A group of Rogers Park residents are mobilizing to interrupt and protest immigration raids with the hope of making the process so inefficient for enforcement agents that the federal government will stop trying.
Volunteers behind the effort, called Protect RP, are not the only group attempting to build local responses to possible raids in their neighborhood. Concerned Chicago residents and organizations are lining up locations, such as churches and schools, to offer physical sanctuary for undocumented families who fear deportation. But the Rogers Park group hopes to take its actions one step farther.
Gabe Gonzalez, one of Protect RP’s organizers, said a hyperlocal approach to pressuring Immigration and Customs Enforcement agents could work if protesters understand how raids work and are properly trained to get in the way.
“It’s about interfering with them, confusing them, slowing them down so they can’t take more people,” he said, “and doing it so well that they never want to come back.”
Gonzalez and a team of Protect RP volunteer leaders have developed a training curriculum to prepare Rogers Park residents for physical standoffs against ICE. He believes people have to take risks if they are to put an end to ICE activities in his neighborhood — a strategy that he admits may not be legal, and has some participants concerned.
“The truth is, it’s incredibly ambitious, because it’s not just about providing sanctuary,” Gonzalez said. “We also want to get people to fight them, and that’s going to take a minute. We have to train people up.”
How it works
At Protect RP’s first “resistance training” in March at the Living Water Community Church in Rogers Park, Gonzalez walked roughly 60 people through the chain of events they would have to master for a successful “incursion” on an ICE raid. He and other members of the core organizing team showed participants a video of a previous raid, discussed the various roles needed for Protect RP’s plan to work and even had the group participate in a mock ICE raid and protest.
Gonzalez played a YouTube video of an ICE enforcement action in Chicago, one of many that he said he’s spent hours analyzing. He said his major takeaway is that it could take at least 30 minutes to conduct a typical immigration raid.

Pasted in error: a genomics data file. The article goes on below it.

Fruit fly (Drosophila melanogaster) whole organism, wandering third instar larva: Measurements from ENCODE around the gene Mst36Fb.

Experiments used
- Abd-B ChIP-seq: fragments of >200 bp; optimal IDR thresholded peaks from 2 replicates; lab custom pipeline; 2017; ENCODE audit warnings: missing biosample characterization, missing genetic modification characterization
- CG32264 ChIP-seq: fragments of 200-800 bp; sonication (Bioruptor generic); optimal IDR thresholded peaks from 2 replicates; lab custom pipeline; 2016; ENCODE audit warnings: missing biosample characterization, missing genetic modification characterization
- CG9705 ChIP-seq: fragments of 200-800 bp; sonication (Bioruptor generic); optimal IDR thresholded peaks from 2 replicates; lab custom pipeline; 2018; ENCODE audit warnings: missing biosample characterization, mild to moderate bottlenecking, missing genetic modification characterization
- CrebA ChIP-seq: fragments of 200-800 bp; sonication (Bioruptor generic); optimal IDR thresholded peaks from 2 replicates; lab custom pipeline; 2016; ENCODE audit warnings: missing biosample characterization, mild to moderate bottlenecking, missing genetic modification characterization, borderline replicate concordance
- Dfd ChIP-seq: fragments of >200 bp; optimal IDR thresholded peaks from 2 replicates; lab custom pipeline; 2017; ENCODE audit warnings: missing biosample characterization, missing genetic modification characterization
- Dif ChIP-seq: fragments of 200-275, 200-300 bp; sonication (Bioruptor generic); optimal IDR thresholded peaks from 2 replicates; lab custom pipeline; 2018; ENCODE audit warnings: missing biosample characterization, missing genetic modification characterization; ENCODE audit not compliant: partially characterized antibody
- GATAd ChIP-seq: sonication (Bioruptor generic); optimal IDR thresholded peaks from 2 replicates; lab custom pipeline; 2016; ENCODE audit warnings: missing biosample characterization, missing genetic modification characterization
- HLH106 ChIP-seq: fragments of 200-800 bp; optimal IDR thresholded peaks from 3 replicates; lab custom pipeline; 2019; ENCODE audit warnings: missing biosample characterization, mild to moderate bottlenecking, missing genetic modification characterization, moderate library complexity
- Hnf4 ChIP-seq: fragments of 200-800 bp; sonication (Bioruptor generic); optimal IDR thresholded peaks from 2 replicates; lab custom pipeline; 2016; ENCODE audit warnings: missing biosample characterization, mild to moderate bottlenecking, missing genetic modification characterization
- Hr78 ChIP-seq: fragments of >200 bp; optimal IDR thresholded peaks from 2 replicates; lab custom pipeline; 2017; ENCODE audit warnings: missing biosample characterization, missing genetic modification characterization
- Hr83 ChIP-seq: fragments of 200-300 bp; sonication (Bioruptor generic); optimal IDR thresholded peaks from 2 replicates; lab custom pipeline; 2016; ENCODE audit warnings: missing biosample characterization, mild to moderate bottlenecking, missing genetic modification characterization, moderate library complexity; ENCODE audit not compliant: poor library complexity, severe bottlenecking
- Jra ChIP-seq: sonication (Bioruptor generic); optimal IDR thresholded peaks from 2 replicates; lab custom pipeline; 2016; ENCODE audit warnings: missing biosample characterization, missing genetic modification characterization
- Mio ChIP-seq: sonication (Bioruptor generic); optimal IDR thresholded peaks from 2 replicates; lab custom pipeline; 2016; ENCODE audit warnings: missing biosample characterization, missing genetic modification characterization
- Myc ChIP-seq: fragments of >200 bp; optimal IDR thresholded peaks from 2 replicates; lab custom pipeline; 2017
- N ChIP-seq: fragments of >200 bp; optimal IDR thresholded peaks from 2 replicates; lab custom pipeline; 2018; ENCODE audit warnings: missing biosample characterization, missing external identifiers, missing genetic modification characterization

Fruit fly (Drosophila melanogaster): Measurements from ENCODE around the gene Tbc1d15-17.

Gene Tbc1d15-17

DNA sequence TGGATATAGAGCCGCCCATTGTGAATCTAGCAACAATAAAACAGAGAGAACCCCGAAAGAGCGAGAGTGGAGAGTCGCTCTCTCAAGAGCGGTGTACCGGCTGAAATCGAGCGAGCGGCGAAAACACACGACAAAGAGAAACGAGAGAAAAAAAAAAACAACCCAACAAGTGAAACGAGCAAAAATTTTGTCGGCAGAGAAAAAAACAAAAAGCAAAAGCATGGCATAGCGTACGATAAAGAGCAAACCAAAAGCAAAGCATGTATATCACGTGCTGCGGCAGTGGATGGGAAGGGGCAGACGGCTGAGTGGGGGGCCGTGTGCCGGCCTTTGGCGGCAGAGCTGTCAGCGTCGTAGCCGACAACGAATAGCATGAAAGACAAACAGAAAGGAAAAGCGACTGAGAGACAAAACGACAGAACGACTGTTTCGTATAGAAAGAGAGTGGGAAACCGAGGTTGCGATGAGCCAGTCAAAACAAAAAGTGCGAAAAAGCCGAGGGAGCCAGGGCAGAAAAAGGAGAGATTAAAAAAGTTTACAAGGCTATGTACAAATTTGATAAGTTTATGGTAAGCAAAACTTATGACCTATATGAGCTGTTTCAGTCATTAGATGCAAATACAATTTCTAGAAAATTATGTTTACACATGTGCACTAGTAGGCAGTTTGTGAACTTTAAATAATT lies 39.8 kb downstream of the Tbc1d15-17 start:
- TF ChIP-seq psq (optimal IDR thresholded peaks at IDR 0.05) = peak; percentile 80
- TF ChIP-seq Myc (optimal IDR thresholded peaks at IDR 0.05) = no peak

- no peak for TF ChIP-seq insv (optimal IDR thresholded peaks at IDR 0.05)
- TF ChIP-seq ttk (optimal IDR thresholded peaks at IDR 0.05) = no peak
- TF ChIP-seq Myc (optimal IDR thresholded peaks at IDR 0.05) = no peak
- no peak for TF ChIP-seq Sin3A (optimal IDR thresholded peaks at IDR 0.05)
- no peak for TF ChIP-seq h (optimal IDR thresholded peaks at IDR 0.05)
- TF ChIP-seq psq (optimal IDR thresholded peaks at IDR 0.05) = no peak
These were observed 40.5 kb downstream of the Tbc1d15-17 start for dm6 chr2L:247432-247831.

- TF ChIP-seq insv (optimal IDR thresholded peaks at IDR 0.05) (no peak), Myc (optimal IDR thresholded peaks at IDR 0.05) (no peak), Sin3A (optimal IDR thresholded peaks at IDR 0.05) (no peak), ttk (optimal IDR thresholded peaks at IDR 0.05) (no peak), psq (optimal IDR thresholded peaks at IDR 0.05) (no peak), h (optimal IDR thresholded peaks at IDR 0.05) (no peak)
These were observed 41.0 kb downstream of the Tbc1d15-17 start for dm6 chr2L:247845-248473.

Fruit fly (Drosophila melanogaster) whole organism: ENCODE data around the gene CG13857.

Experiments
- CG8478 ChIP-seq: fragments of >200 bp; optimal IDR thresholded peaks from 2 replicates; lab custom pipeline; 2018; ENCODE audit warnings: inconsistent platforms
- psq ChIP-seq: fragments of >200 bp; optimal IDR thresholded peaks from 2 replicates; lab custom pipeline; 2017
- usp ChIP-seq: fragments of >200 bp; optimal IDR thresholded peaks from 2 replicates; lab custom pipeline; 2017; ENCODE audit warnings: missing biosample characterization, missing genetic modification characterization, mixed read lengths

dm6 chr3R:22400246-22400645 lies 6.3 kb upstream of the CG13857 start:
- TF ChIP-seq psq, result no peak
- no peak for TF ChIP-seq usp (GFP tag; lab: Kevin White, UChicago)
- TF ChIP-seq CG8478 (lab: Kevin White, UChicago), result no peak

“They arrest people and that takes time,” Gonzalez said. “And then when they arrest them, they put shackles and other demeaning artifices on them, and that takes time. And then they put them in a car, and that takes time.”
Gonzalez, a former organizer with the Illinois Coalition for Immigrant and Refugee Rights, believes that resisters could assemble en masse at the site of the raid within minutes, before ICE agents have left. He explained to the group that the chain of events would begin with someone, such as a neighbor, alerting the Protect RP hotline to unusual law enforcement activity in the neighborhood, which they suspect could be an immigration raid. Protect RP’s core team would receive the call and dispatch a “trained verifier,” who would document what is happening and discern whether the enforcement action is, in fact, an immigration raid.
Once verified, Protect RP would send out two mass text messages to anyone in the Rogers Park neighborhood who has signed up to receive communications from the network. The first would notify recipients to stay away from the location of the raid if they are vulnerable to deportation. The second would call activists to assemble at the scene.
Gonzalez told people at the training that as the group of resisters begins to grow at the raid, they should make their presence increasingly known and uncomfortable to ICE agents.
“At this point they may decide to get out, and in that case we make it as slow and laborious a process as possible. Oh yeah, we’re going to let them get to their car, but slowly. Right? Slowly move back,” he said. “Until they go home and complain about what jerks we are because they had a plan and now their plan is ruined.”
Gonzalez said perhaps this would convince ICE agents that raids in Rogers Park are so inefficient that they are not worth trying.
Gonzalez and other Protect RP organizers promised participants that the nonviolent civil disobedience techniques they teach typically do not result in arrests in Chicago, but noted that they are not sure federal agents would follow the same rules of engagement with protesters as Chicago police have.